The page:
Tea or Books? #47: sequels vs new-author sequels, and A Compass Error vs Pleasures and Landscapes

Sybille Bedford and sequels by the original author vs sequels by a different author… we need to come up with snappier titles for these things.


 
In episode 47, we start with a topic suggested by Karen via email – sequels, and whether or not we like sequels written by a different author to the original book. In the second half, we look at a novel (a sequel, in fact) by Sybille Bedford alongside some of her travel writing – A Compass Error (a sequel to A Favourite of the Gods) and Pleasures and Landscapes. This is also a contribution to the 1968 Club, because A Compass Error was published in 1968.

Check out our iTunes page, leave us a review via an app should you wish. And let us know which books you’d recommend!

Here are the (many!) books and authors we mention in this episode:

Stephen Leacock
Hetty Dorval by Ethel Wilson
The Equations of Love by Ethel Wilson
Swamp Angel by Ethel Wilson
My Remarkable Uncle by Stephen Leacock
Stephen Leacock by Margaret MacMillan
Letters of Margaret Laurence and Adele Wiseman
A Journey Round My Skull by Frigyes Karinthy
Oliver Sacks
Coral Glynne by Peter Cameron
Thrush Green series by Miss Read
The Sense of the Ending by Julian Barnes
The Past is Myself by Christine Bielenberg
Mrs de Winter by Susan Hill
Go Set A Watchman by Harper Lee
The L-Shaped Room by Lynne Reid Banks
The Backward Shadow by Lynne Reid Banks
Two is Lonely by Lynne Reid Banks
Rebecca’s Tale by Sally Beauman
Rebecca by Daphne du Maurier
Mrs Darcy’s Dilemma by Diana Birchall
Wide Sargasso Sea by Jean Rhys
Jane Eyre by Charlotte Bronte
Sense and Sensibility by Joanna Trollope
Northanger Abbey by Val McDermid
Old Friends and New Fancies by Sybil Brinton
Longbourn by Jo Baker
Peter Pan in Scarlet by Geraldine McCaughrean
Return to the Hundred Acre Wood by David Benedictus
Winnie the Pooh by A.A. Milne
The House at Pooh Corner by A.A. Milne
Sherlock Holmes by Arthur Conan Doyle
Anne of Green Gables by L.M. Montgomery
Little Women by Louisa May Alcott
Good Wives by Louisa May Alcott
The Chronicles of Narnia by C.S. Lewis
Mary Poppins series by P.L. Travers
Guy Fraser-Sampson
Mapp and Lucia series by E.F. Benson
Fifty Shades of Grey by E.L. James
The Starlight Barking by Dodie Smith
The Hundred and One Dalmatians by Dodie Smith
The Book of the Green Planet by William Kotzwinkle
The War of the Worlds by H.G. Wells
Jo’s Boys by Louisa May Alcott
Little Men by Louisa May Alcott
Closing Time by Joseph Heller
Catch-22 by Joseph Heller
Paradise Regained by John Milton
Paradise Lost by John Milton
The Second Jungle Book by Rudyard Kipling
Provincial Lady series by E.M. Delafield
Guard Your Daughters by Diana Tutton
Unguarded Moments by Diana Tutton
The Enchanted August by Brenda Bowen
The Enchanted April by Elizabeth von Arnim
Elizabeth and Her German Garden by Elizabeth von Arnim
A Solitary Summer by Elizabeth von Arnim
In a Summer Season by Elizabeth Taylor
Elizabeth in Rugen by Elizabeth von Arnim
A Compass Error by Sybille Bedford
A Favourite of the Gods by Sybille Bedford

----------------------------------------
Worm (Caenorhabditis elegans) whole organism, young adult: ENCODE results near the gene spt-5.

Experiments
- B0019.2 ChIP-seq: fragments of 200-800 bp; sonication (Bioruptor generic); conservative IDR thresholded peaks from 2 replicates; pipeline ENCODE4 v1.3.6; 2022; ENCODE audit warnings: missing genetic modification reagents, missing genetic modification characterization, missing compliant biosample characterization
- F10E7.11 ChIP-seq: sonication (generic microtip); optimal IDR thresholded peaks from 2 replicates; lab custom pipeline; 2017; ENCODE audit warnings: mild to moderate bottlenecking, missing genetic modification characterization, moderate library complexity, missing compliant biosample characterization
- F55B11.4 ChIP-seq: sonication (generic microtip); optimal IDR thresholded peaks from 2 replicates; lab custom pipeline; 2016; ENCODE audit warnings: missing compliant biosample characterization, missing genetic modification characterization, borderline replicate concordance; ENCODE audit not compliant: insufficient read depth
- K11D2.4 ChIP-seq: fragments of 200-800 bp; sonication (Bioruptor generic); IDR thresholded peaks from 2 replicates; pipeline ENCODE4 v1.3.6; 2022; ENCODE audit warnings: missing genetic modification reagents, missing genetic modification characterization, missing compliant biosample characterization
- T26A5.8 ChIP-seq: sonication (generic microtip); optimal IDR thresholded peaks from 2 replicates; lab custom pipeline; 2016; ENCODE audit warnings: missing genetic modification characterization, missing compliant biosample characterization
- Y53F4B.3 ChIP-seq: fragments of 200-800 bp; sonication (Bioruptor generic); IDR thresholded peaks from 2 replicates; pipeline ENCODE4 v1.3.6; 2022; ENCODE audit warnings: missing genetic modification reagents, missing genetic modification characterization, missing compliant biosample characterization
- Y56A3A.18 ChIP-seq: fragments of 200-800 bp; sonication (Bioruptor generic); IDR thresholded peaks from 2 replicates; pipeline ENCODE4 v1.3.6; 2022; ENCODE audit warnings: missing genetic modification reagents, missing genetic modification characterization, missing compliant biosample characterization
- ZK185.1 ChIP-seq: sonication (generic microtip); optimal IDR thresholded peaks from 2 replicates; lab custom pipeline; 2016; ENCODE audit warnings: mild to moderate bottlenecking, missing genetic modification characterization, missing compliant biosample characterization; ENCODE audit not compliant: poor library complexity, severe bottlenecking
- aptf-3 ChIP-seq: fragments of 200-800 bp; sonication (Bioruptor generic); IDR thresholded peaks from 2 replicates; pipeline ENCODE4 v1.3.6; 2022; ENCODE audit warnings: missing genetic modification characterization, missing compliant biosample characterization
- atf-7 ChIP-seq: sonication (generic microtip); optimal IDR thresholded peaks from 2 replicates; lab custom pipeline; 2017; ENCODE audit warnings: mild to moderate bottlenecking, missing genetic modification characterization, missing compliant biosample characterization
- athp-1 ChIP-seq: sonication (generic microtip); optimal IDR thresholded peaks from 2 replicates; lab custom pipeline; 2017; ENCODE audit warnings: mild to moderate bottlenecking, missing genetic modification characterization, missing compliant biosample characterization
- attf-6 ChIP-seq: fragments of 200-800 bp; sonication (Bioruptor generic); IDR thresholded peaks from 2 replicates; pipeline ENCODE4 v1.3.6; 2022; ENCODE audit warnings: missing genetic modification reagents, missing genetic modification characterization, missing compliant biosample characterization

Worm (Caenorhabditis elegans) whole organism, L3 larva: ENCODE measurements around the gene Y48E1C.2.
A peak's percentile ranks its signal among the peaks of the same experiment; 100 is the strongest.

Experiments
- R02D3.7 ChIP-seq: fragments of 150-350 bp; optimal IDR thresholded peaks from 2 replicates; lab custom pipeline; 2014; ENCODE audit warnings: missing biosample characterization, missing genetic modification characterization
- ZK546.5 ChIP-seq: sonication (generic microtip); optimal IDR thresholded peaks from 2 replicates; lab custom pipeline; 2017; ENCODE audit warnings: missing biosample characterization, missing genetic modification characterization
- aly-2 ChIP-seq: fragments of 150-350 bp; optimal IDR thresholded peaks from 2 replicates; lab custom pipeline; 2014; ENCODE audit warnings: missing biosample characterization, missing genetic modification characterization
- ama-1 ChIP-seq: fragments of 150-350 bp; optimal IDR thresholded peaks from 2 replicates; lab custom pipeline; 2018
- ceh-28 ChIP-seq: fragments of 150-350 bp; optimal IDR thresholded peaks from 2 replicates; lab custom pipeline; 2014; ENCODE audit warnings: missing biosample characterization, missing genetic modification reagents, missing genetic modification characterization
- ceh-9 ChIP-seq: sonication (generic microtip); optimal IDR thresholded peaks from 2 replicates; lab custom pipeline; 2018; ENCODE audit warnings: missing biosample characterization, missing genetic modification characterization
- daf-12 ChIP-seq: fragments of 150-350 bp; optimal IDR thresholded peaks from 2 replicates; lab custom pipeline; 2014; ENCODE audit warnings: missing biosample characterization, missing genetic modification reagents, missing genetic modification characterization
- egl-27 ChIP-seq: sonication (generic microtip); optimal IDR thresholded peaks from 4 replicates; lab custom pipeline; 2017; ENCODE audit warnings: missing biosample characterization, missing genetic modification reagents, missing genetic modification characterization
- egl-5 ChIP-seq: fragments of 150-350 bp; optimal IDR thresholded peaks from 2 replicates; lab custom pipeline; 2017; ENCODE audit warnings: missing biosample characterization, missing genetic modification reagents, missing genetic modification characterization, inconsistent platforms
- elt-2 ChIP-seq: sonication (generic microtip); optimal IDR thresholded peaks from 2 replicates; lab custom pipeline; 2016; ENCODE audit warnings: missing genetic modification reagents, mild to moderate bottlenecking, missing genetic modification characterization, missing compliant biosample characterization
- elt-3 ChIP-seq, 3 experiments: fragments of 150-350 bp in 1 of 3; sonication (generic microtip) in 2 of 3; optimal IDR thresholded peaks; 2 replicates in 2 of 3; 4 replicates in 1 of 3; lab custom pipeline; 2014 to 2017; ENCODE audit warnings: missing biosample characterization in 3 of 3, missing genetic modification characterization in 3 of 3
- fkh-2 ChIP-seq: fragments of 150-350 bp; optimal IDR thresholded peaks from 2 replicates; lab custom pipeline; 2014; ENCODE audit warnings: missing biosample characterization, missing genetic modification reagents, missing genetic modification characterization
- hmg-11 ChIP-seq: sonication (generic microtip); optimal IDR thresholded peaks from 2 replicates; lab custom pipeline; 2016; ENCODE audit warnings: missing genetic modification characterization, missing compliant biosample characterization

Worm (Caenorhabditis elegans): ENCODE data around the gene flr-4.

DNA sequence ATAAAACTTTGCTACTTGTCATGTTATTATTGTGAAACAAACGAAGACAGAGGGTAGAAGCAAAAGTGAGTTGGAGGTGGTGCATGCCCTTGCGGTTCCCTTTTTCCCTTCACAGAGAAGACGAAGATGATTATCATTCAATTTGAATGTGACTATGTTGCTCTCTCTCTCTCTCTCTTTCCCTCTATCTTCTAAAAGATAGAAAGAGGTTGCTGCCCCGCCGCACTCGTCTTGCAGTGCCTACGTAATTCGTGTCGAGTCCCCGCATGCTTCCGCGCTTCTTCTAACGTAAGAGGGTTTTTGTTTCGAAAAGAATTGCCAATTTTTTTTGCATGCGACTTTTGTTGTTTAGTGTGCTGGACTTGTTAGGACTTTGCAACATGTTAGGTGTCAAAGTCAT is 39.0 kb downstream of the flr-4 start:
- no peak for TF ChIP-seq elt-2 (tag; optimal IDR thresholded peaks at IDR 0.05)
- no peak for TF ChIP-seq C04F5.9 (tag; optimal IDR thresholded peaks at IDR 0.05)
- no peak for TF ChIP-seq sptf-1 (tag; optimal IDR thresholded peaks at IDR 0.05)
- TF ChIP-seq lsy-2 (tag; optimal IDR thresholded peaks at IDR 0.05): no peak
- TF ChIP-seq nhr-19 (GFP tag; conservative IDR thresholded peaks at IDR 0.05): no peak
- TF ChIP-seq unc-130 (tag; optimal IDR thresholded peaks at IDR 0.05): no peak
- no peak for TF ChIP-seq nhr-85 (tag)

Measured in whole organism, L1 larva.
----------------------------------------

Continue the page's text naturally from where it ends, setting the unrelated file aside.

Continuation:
Pleasures and Landscapes by Sybille Bedford
Two Middle-Aged Ladies in Andalusia by Penelope Chetwode
John Betjeman
The Faces of Justice by Sybille Bedford
The Catcher in the Rye by J.D. Salinger
Jigsaw by Sybille Bedford
A Visit to Don Otavio by Sybille Bedford
A Legacy by Sybille Bedford
The Semi-Attached Couple by Emily Eden
The Semi-Detached House by Emily Eden

4 thoughts on “Tea or Books? #47: sequels vs new-author sequels, and A Compass Error vs Pleasures and Landscapes

  • November 2, 2017 at 9:41 pm
    Permalink

    Totally agree with Rachel about sequels. I’m only interested if there’s some kind of twist. I can’t think of any books at the moment that I recommend (though I am now intrigued by Longbourn) but I really loved the BBC production Lost in Austen, in which a modern-day JA superman discovers a portal to Longbourn through her bathroom, and she and Elizabeth Bennet trade places. Hilarity ensues as her presence ruins the entire story. It’s really funny and I highly recommend it if you haven’t seen it. Overall, though I think books should end where there authors intended — I don’t want to know if Lizzie dies in childbirth or if Darcy has an affair with Caroline Bingley.

    I also love that you’re reading Emily Eden! I read both those novels (novellas, really, they’re quite short) and I really enjoyed both. They are not really related but are both delightful, I look forward to hearing what you think about them.

    Reply
    • November 2, 2017 at 9:54 pm
      Permalink

      OH my gosh I LOVE Lost in Austen. I was so prepared to hate it, but I adored it – so clever and affectionately done. I’ve watched it a zillion times.

      Reply
  • November 11, 2017 at 9:41 pm
    Permalink

    Austen sequels are usually very disappointing to me too. For one thing, the language never does feel quite right. I enjoyed “Old Friends, New Fancies” fairly well, perhaps partly because it was about 100 years closer to Austen’s English than we are today. To me the writing and dialogue were therefore slightly more natural-sounding in that book, as opposed to many of the sequels we get now, which honestly just read like chick-lit with a token attempt at Regency slang thrown in there!

    Reply

Leave a Reply

Your email address will not be published.

%d bloggers like this: